Almost all experts agree that over 90 percent of active child molesters have never been criminally charged or convicted. Many would say it is over 95 percent. So EVEN IF every Baptist church did background checks (and a great many don’t), those background checks will weed out only a very small percentage. The additional information that a denominational database could provide is information about ministers who have been “credibly accused” of sexual abuse (even when they could not be criminally charged). It could also provide information about ministers who have essentially admitted to conduct that constitutes sexual abuse.

The criminal justice system is premised on the notion that it is better to let 9 guilty men go free than to convict one innocent man. This premise manifests itself in a variety of ways from the extremely high burden of proof (“beyond a reasonable doubt”) to the sorts of evidence that get excluded. But merely because a man may be able to avoid the extraordinary penalty of being put in prison does not mean that he should automatically be able to remain in a position of high trust as a minister.

Two critical facts: (1) Most child molesters have more than one victim; (2) In most cases, by the time a victim becomes psychologically capable of speaking about it, the time period for criminal prosecution has passed. (There are obvious exceptions, such as in cases where a parent becomes suspicious, talks to the child, and then notifies police.) These two facts are why it is so important that, when a victim becomes capable of speaking, there must be a safe place with people who will listen and take action. The best way to prevent abuse in the future is to institutionally listen to those who are trying to tell about abuse in the past. Such a safe place does not exist in Baptistland. Telling abuse survivors that they should go to the church of the accused perpetrator is like telling them to go to the den of the wolf who savaged them.

Would there be risks involved with the implementation of a denominational review board and database? Of course. But the risk of staying in the status quo boat is far greater.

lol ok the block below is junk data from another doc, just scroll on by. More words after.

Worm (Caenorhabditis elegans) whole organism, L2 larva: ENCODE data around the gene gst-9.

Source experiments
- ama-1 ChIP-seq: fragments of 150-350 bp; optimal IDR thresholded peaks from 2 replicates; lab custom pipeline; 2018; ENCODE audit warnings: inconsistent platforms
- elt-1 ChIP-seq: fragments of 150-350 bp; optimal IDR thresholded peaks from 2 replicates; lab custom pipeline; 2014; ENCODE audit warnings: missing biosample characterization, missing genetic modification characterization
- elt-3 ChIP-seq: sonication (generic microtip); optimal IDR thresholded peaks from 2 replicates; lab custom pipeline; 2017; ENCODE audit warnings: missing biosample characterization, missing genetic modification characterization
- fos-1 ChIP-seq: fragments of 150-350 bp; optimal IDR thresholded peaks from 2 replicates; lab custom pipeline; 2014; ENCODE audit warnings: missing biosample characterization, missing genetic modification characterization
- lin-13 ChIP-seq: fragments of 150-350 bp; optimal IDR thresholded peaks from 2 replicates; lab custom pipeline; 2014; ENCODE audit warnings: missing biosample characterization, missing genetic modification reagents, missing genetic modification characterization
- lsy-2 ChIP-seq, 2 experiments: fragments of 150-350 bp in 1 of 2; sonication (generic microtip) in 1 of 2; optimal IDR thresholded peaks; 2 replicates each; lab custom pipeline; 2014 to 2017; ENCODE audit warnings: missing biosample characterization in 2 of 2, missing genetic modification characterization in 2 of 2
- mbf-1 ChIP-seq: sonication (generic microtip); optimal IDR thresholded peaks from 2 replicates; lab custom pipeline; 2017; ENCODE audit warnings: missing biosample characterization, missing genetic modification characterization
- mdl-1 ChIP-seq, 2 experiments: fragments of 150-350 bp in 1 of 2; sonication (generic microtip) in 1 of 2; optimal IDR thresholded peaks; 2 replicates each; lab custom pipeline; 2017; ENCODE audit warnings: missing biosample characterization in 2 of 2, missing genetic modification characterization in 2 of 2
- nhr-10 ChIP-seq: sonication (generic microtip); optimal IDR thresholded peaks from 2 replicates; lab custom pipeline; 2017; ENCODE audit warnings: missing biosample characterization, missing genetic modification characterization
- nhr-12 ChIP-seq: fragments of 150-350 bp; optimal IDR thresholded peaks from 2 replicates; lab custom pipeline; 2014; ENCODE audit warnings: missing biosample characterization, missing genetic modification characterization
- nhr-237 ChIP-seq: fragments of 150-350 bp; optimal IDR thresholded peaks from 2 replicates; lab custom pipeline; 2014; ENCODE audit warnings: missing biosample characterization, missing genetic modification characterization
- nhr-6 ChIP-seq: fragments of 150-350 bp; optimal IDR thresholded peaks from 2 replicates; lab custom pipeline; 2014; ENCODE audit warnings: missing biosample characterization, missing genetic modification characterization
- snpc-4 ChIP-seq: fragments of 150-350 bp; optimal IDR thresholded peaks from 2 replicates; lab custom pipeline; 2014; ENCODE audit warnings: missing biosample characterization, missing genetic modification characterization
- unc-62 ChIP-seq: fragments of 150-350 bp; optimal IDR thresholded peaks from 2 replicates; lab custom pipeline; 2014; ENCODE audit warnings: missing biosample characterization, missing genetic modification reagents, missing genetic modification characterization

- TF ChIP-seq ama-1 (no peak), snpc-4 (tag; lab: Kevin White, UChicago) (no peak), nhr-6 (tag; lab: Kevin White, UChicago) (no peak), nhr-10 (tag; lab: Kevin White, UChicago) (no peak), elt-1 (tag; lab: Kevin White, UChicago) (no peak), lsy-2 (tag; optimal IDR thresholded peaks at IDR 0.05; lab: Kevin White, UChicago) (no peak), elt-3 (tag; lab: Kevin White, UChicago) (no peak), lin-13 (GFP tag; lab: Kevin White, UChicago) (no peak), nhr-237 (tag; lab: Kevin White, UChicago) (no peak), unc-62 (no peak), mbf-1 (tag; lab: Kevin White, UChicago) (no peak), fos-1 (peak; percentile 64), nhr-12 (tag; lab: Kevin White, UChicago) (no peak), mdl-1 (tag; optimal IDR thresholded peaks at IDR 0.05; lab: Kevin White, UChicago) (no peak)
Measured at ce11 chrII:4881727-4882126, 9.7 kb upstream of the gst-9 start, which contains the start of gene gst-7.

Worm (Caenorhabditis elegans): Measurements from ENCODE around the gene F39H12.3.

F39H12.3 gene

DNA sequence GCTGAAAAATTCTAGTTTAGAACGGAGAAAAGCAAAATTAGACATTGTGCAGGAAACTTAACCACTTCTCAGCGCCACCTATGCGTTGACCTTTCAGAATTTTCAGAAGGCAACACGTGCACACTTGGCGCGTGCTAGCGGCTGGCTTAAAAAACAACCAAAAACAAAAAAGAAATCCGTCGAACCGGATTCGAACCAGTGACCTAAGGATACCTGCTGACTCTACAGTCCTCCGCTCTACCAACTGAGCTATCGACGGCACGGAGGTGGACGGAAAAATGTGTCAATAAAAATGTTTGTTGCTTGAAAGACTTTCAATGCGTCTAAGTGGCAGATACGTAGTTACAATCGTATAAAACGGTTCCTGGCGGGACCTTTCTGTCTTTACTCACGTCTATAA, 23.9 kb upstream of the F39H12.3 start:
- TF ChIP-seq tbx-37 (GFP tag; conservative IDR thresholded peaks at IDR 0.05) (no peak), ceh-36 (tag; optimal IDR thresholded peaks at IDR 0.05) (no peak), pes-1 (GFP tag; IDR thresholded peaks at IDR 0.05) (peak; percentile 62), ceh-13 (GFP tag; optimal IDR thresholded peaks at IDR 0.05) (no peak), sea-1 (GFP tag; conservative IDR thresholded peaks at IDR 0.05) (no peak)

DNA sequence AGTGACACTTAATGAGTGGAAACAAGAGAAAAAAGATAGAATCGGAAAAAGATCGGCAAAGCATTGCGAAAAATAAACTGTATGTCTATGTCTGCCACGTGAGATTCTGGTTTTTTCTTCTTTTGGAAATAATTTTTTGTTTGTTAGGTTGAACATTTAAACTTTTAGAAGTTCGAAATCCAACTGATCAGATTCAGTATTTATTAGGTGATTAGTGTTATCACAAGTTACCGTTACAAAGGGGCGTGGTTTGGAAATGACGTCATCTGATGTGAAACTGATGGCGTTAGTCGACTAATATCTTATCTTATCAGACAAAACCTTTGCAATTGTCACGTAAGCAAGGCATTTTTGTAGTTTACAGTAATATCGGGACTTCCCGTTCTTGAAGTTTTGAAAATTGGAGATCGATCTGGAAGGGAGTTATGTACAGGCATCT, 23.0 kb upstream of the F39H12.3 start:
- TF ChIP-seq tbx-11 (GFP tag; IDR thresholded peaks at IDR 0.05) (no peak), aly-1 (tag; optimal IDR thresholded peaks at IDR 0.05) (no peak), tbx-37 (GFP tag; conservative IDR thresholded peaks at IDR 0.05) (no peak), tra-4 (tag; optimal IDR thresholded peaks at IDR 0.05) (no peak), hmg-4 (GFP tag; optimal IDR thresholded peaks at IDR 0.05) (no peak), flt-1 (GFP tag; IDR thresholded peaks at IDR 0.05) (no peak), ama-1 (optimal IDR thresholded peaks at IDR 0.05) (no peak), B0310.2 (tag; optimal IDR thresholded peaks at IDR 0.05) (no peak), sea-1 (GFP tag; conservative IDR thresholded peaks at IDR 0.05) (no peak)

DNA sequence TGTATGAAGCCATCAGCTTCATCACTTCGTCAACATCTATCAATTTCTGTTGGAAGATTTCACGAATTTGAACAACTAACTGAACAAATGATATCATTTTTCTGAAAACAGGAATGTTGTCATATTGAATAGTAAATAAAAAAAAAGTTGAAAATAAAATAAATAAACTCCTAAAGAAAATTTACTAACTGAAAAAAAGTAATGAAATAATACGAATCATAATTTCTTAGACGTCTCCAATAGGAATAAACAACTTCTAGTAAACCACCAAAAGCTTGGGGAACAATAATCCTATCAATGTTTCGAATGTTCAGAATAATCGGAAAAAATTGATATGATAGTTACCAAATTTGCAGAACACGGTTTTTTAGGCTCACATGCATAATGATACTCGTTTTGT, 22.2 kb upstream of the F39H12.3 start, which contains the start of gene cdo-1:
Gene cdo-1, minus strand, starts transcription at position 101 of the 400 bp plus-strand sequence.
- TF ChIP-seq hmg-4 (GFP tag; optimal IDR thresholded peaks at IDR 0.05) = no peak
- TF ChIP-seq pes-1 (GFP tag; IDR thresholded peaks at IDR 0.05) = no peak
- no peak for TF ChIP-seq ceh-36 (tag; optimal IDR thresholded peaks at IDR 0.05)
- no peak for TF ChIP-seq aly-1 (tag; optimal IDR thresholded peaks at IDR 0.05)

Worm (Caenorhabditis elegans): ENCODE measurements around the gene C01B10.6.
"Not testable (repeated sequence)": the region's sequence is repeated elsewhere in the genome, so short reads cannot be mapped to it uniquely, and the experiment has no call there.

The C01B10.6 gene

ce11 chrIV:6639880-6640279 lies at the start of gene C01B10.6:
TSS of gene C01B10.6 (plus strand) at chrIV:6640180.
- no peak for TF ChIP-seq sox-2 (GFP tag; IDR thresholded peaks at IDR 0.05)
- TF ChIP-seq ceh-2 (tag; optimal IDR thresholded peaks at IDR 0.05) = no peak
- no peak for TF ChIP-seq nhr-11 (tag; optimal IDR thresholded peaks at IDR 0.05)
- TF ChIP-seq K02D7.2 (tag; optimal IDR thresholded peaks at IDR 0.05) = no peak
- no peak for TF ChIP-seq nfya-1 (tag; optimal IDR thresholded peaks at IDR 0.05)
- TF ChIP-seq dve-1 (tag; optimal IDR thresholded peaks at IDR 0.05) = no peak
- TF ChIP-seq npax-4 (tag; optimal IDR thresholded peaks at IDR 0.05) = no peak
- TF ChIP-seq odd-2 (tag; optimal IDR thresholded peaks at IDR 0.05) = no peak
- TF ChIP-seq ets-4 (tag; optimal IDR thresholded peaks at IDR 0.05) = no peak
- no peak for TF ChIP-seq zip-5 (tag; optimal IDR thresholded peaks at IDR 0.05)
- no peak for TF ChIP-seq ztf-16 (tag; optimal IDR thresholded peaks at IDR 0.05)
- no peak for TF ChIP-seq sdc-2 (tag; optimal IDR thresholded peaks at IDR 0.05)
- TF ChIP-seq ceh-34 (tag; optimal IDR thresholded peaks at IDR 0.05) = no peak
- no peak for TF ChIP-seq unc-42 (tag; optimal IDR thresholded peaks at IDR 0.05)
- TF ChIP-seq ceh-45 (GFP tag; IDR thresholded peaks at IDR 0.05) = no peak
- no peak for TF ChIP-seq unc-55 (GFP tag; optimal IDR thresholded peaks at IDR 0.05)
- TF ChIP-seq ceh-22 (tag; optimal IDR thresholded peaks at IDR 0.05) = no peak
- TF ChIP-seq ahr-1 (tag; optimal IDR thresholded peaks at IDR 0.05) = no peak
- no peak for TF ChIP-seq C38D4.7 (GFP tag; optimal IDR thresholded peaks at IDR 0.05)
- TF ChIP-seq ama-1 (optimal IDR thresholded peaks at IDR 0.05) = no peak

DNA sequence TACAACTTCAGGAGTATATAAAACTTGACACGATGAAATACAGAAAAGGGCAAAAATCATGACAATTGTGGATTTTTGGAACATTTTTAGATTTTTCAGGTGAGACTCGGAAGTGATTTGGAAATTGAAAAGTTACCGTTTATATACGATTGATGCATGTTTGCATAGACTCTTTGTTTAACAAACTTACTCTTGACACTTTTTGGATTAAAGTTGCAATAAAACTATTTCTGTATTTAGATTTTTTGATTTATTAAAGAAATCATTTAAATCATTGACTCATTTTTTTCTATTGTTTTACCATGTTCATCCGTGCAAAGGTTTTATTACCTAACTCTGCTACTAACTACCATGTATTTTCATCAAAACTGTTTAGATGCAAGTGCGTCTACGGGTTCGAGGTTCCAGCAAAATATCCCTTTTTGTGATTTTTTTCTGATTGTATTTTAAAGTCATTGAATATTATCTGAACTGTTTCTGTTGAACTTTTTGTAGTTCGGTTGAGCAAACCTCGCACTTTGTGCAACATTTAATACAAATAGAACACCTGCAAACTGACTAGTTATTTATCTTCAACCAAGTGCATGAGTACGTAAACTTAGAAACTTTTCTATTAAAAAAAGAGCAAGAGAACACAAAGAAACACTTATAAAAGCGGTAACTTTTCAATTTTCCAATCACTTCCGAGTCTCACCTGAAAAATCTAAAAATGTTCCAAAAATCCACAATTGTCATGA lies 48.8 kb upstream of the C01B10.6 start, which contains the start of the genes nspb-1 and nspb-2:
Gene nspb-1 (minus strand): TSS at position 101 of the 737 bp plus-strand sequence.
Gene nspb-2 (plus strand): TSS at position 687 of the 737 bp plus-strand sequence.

For additional information, you might also want to look at this page on FAQs about the request for an independent review board, and this page on why background checks aren’t enough.

Anonymous said...

I wouldn't trust a review board that listens to hearsay and accusations without proof from a criminal court.

Simple truth is that a man/woman is innocent until PROVEN guilty in a court of law.

Christa Brown said...

"Innocent until proven guilty" is a presumption that applies in the criminal law context for whether a person should be deprived of all liberty and put in prison. It's not a standard for whether a person should be allowed to remain in the pulpit.

In any event, the question is "proven" by what standards. Criminal law standards? Administrative review standards? Disciplinary review standards? Other professionals who work in positions of trust -- such as doctors and lawyers -- are subject to review processes, and they can be precluded from practicing medicine or law even if they have never been criminally convicted of anything. Yet, by the applicable standards, they have been "proven" to be unsuited for the profession. Clergy should be subject to a similar sort of review process.

I wrote more about the whole "Innocent until proven guilty" thing here. And you've just proven my point, Anon, about how so many people like to put that word "PROVEN" in all caps.

Thy Peace said...

Off Topic:

Grace and Truth to You [Pastor Wade Burleson] > Dorothy Patterson's Midnight Dinner With Mohammed Abdel Rahman Abdel Raouf Arafat al-Qudwa al-Husseini.